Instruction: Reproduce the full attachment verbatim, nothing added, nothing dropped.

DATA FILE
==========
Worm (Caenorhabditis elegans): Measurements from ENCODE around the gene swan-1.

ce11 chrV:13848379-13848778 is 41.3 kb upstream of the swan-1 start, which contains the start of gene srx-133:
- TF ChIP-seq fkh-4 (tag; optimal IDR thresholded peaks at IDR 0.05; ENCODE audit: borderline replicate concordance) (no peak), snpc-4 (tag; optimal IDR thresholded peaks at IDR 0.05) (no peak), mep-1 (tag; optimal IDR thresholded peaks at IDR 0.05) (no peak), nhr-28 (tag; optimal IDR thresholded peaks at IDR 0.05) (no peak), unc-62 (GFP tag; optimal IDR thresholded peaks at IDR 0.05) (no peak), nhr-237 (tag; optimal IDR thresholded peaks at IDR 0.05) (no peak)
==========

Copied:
Worm (Caenorhabditis elegans): Measurements from ENCODE around the gene swan-1.

ce11 chrV:13848379-13848778 is 41.3 kb upstream of the swan-1 start, which contains the start of gene srx-133:
- TF ChIP-seq fkh-4 (tag; optimal IDR thresholded peaks at IDR 0.05; ENCODE audit: borderline replicate concordance) (no peak), snpc-4 (tag; optimal IDR thresholded peaks at IDR 0.05) (no peak), mep-1 (tag; optimal IDR thresholded peaks at IDR 0.05) (no peak), nhr-28 (tag; optimal IDR thresholded peaks at IDR 0.05) (no peak), unc-62 (GFP tag; optimal IDR thresholded peaks at IDR 0.05) (no peak), nhr-237 (tag; optimal IDR thresholded peaks at IDR 0.05) (no peak)